Chapter 4. Personal Foresight - Becoming an Effective Self-Leader

2. The Creative (Experimenter-Innovator)

These individuals primarily see themselves as foresight experimenters or innovators, exploring, collecting, or producing alternative or possible futures. On the Kirton Adaption-Innovation (KAI) test, creatives are Innovators. They are drawn to freedom, imagination, experimentation, exploration, and novelty. They often also enjoy taking risks, at least small ones, and breaking or at least bending the rules. They can be either extroverted or introverted, and are usually more intuitive than analytical. They are less motivated by discovering the expected future, or advancing or following social or organizational preferences, than in the act of exploring the possible, and in the process creating something interesting, useful, or new.

The Creative-Innovator

The Creative (Experimenter-Innovator)

Creatives tend to be qualitative, freedom-oriented, intuitive, and individualistic. They are seekers of diversity and alternatives. They may also have a history of playing fast and loose with the facts (or not, depending on their character), and being interesting, sometimes indispensably so, as when they produce a brilliant new strategy or idea, but often wrong, or at least imprecise. Think of pop futurists, performance artists, novelty and trendhunters, and science fiction authors. They tend to be found in design, marketing, or R&D, less commonly in the boardroom. They may occasionally seek to lead, but more commonly seek to inspire, and generate options.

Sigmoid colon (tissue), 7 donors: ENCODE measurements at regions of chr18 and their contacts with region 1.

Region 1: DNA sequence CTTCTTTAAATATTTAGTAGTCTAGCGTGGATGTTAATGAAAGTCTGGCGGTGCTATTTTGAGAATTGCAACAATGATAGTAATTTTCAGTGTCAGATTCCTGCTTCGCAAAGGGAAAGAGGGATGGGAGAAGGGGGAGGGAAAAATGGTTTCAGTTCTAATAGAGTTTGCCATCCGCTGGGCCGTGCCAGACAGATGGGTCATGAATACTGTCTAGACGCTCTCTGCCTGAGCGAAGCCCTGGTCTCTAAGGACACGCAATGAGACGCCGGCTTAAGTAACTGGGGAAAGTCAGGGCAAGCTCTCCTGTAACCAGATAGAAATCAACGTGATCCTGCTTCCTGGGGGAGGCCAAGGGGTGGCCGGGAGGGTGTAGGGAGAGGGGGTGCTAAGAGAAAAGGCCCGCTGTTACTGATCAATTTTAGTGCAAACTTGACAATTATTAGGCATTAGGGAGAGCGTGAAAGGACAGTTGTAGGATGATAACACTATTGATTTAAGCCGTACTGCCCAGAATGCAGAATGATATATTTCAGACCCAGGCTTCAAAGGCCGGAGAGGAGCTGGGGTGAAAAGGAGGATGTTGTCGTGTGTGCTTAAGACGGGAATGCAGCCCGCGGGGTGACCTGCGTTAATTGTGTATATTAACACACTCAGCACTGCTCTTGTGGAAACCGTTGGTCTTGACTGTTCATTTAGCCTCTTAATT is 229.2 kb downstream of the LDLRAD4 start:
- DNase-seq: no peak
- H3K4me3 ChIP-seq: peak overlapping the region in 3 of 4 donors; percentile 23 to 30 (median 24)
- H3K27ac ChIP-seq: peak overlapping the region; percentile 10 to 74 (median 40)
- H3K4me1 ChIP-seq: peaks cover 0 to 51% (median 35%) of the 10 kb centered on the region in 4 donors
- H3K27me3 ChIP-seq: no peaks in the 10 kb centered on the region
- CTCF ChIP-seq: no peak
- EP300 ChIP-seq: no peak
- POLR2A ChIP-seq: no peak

Creatives can be found in any industry or function, but they particularly like industries and functions where they have a lot of freedom and can exercise their imagination and creative control. Speaking, writing, film, website, and other media work are common outlets for creatives. Design, sales and marketing can also provide great work environments, as can law, finance, or strategy for new or risky activities. Many creatives like research and development, innovating new products, processes, and services, or entrepreneurship, and they generally approach these activities from a risk-taking, exploration, or experimentation mindset.

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